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Types of DTC testing available online

This article gives an overview of the different types of Direct to Consumer or DTC genomic testing currently available.

Direct to consumer (DTC) kits are available to buy online.

DTC online testing

In general, these tests do not require any medical input or provide counselling to the purchaser as to the possible pros and cons of testing.

They can be marketed as disease risk assessments and provide a range of information varying from insignificant (eye colour, likelihood of baldness) to life-changing both for the testee and their family.

Genetic kits are available for a range of purposes including paternity testing, looking at ancestry/genealogy, looking for susceptibility and targeted testing.

1. Paternity testing

The pattern of variants is compared between the child and putative parents – a close genetic match would imply a close relationship and statistical tables will guide the report.

An unexpected result could have a negative impact psychologically which is perhaps more likely to bring the patient in to see the primary care physician than the result itself.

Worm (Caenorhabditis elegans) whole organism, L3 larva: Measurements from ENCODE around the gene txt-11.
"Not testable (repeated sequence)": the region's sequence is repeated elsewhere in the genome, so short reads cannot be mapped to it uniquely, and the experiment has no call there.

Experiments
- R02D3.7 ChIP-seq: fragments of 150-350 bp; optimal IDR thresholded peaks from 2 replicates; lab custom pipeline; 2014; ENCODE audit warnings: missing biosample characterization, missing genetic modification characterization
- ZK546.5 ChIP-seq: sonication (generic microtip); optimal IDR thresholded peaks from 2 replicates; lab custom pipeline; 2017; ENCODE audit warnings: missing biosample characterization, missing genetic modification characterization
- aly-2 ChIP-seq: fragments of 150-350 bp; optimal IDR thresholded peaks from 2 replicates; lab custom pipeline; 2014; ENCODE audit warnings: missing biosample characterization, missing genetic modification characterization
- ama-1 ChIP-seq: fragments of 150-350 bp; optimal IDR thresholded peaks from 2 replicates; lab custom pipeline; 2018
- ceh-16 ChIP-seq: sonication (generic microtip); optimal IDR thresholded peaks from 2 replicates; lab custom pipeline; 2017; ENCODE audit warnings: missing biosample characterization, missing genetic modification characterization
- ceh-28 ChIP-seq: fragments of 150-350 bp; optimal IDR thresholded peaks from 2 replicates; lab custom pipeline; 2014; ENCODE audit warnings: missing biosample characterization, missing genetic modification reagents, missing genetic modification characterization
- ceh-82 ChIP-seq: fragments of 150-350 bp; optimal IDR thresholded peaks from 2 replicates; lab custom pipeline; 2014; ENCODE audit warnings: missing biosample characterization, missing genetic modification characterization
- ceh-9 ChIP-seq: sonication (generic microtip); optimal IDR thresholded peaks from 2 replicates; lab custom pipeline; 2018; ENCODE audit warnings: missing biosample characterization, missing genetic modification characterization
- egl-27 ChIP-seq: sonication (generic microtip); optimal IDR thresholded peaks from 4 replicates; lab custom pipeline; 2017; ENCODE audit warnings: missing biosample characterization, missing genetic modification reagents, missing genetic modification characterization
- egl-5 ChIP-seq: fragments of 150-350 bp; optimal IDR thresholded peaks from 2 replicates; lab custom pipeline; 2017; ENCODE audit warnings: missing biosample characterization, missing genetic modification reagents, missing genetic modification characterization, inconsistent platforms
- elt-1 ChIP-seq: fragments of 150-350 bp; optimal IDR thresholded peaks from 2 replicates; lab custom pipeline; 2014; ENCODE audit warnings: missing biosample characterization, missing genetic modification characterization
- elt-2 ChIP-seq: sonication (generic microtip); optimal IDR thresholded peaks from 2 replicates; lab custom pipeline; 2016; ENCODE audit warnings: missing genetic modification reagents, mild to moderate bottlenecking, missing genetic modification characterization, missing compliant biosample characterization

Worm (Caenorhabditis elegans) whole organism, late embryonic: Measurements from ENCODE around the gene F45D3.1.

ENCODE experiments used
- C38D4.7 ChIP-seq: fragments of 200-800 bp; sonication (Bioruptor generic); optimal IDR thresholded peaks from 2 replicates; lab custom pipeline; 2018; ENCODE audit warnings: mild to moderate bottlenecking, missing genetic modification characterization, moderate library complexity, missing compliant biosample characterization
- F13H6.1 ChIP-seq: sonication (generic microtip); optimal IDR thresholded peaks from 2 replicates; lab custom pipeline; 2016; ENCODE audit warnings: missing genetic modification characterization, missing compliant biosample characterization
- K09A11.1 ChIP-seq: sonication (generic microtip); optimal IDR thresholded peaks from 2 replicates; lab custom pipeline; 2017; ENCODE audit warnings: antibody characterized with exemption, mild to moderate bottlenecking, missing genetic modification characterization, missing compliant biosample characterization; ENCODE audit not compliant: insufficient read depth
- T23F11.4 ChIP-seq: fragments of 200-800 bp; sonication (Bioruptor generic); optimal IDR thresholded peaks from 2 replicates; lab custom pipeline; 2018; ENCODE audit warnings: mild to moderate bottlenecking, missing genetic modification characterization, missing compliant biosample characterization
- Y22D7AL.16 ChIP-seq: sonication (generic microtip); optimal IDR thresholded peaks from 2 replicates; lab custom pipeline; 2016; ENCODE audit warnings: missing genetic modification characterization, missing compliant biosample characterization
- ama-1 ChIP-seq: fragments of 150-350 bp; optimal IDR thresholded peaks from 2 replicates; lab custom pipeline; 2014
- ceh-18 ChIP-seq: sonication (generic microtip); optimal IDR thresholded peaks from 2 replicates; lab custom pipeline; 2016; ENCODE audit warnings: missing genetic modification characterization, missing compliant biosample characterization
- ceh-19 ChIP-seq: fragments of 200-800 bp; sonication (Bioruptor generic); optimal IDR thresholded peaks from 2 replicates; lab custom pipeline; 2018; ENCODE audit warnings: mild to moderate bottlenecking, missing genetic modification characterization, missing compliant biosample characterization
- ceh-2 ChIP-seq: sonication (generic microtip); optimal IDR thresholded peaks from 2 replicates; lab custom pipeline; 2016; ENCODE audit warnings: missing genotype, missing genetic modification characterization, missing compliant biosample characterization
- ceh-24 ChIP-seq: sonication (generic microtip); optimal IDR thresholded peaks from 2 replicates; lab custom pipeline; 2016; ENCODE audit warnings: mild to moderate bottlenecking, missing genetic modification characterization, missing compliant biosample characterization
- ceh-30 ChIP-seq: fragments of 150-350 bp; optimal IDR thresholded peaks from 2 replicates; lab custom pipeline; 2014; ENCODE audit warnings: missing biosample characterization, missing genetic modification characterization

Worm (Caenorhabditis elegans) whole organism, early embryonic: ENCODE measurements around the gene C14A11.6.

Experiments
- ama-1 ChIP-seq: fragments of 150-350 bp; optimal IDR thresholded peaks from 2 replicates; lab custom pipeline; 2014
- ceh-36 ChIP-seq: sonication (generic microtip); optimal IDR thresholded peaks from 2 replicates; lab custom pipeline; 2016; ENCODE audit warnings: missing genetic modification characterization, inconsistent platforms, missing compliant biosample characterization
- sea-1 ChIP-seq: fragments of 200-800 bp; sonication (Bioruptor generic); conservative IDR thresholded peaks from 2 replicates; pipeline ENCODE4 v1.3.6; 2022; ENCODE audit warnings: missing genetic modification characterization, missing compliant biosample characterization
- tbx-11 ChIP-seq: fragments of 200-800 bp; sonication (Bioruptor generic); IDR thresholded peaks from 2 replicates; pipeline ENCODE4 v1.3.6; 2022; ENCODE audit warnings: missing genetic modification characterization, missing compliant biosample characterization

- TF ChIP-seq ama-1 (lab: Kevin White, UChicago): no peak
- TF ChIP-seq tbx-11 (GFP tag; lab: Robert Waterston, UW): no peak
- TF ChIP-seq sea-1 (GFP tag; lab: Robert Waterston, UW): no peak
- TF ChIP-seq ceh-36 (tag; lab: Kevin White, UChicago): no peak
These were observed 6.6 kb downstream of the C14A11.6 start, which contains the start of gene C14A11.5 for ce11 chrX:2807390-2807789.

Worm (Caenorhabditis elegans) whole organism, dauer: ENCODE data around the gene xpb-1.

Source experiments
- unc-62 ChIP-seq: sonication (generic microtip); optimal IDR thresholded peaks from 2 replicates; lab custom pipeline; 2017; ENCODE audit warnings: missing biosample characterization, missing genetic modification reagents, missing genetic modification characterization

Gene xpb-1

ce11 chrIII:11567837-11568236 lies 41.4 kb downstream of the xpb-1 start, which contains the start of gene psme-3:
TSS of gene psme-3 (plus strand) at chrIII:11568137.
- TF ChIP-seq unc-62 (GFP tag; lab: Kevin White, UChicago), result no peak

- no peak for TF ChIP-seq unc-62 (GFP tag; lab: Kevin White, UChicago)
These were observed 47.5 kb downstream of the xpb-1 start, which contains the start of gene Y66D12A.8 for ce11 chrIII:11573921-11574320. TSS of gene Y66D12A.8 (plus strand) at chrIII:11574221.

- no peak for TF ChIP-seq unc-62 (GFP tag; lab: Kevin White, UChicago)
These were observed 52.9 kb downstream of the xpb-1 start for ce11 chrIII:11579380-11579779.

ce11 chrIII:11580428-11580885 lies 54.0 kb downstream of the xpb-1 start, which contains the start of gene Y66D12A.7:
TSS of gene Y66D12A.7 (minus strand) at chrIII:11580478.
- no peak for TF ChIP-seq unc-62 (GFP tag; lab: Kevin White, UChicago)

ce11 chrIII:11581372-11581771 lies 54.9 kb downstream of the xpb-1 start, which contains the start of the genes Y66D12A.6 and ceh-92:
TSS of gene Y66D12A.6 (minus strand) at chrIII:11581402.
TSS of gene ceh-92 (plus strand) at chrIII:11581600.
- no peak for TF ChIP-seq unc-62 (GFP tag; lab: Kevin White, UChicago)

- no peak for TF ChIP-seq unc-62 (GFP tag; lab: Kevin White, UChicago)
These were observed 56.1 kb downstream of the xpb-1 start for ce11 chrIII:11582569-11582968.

Paternity testing is generally not regarded as health-related information, so in the UK is not offered on the NHS. The UK Government has a list of accredited providers of paternity tests for use in court cases and for personal use.

2. Ancestry/genealogy testing

Certain sets of variants will be looked for to give the statistical probability of where a family has come from. This is because, during evolution, a new variant may be found in a population subgroup that has diverted off geographically leading to a unique variant fingerprint for offspring from that ancestry.

Ancestry results can throw up unexpected ethnicity implications since many people will not understand how inheritance can mean variable proportions of your DNA is inherited from each of your ancestors and unexpected paternity issues can be revealed.

3. Recreational genomics

Gives advice on diet, lifestyle, exercise based on an individual’s genetic profile.

4. Susceptibility testing

Looks for common markers that may make a person carrying them more susceptible to disease.

These susceptibility factors may be monogenic or polygenic and may have further complicated interactions with the patient’s environment. We will discuss these issues in more detail in the next section.

5. Targeted testing

Asks if a particular variant is present in the sequenced DNA. It might be used to look for example to see if a particular BRCA1 variant is present which would convey a higher risk than population level of breast, ovarian and prostate cancers.

It might also report on the carrier status of autosomal recessive genes such as those encoding cystic fibrosis variants for use in pre-conception planning. Some of these tests report raw data which needs to be interpreted in terms of risk.

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